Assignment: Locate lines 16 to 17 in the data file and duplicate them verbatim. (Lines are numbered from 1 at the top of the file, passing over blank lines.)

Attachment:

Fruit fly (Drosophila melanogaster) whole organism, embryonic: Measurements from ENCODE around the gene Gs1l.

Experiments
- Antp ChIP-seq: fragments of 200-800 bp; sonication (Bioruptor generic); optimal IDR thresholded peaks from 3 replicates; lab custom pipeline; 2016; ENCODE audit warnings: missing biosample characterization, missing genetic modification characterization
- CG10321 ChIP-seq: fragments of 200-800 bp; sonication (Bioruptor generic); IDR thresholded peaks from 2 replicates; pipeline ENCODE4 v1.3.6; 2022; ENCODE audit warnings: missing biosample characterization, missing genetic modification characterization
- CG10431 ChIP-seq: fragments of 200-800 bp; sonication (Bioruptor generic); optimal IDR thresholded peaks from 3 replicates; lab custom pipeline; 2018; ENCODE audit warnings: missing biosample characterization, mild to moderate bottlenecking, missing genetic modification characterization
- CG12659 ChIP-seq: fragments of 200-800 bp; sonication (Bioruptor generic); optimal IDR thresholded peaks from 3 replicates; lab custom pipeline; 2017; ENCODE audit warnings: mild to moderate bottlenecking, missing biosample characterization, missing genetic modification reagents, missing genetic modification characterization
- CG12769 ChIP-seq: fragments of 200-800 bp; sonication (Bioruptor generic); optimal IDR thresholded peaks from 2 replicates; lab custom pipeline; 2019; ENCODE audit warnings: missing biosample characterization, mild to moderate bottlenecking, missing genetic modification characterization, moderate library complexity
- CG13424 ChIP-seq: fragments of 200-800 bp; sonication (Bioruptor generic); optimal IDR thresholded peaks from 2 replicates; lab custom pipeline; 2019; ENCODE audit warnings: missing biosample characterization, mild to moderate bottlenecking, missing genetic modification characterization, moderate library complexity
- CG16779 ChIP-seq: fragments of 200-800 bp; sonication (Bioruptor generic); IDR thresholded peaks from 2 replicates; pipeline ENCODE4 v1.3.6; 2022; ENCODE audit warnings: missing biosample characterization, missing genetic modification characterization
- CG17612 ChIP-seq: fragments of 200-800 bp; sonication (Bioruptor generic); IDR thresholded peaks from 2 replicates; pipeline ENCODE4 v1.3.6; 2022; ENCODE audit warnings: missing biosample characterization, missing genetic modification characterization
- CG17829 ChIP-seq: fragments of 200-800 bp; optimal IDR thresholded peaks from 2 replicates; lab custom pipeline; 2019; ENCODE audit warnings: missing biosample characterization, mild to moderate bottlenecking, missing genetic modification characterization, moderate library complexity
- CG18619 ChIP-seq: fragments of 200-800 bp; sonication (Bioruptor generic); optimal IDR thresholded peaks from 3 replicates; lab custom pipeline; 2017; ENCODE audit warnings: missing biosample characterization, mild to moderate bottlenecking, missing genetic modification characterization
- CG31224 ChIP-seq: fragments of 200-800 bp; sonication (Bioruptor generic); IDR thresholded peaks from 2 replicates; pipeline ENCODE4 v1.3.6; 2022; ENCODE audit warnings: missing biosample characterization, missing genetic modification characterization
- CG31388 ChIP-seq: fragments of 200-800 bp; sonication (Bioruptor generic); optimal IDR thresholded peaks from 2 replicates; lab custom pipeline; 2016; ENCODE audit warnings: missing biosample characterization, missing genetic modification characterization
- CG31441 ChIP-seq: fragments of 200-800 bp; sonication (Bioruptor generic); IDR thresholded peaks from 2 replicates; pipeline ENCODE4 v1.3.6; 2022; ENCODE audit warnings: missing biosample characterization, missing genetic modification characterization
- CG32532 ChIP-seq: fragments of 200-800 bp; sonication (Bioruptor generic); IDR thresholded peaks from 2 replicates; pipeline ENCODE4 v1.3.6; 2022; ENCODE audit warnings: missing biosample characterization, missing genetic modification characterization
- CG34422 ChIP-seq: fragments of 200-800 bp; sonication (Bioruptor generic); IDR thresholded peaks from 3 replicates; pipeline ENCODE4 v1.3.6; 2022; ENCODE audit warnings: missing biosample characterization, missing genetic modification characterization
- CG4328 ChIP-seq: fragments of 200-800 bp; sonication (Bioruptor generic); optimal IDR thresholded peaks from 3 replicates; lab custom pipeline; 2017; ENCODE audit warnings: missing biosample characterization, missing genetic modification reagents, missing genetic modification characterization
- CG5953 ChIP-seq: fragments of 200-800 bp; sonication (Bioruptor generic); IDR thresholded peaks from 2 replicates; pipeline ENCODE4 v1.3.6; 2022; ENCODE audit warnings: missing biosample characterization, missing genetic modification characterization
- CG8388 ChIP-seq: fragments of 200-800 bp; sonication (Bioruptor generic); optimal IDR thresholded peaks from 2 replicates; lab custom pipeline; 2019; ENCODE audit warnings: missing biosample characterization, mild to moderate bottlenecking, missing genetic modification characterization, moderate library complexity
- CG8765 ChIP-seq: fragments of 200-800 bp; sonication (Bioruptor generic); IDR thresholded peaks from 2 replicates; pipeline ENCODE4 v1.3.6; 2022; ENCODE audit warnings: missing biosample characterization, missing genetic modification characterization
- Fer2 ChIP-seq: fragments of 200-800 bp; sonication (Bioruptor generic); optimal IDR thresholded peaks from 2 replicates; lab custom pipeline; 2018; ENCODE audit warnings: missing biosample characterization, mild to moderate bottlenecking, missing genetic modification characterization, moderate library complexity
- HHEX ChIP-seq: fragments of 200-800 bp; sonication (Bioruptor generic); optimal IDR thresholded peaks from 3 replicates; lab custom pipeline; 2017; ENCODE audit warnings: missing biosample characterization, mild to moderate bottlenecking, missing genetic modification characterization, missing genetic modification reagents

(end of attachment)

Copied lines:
- CG32532 ChIP-seq: fragments of 200-800 bp; sonication (Bioruptor generic); IDR thresholded peaks from 2 replicates; pipeline ENCODE4 v1.3.6; 2022; ENCODE audit warnings: missing biosample characterization, missing genetic modification characterization
- CG34422 ChIP-seq: fragments of 200-800 bp; sonication (Bioruptor generic); IDR thresholded peaks from 3 replicates; pipeline ENCODE4 v1.3.6; 2022; ENCODE audit warnings: missing biosample characterization, missing genetic modification characterization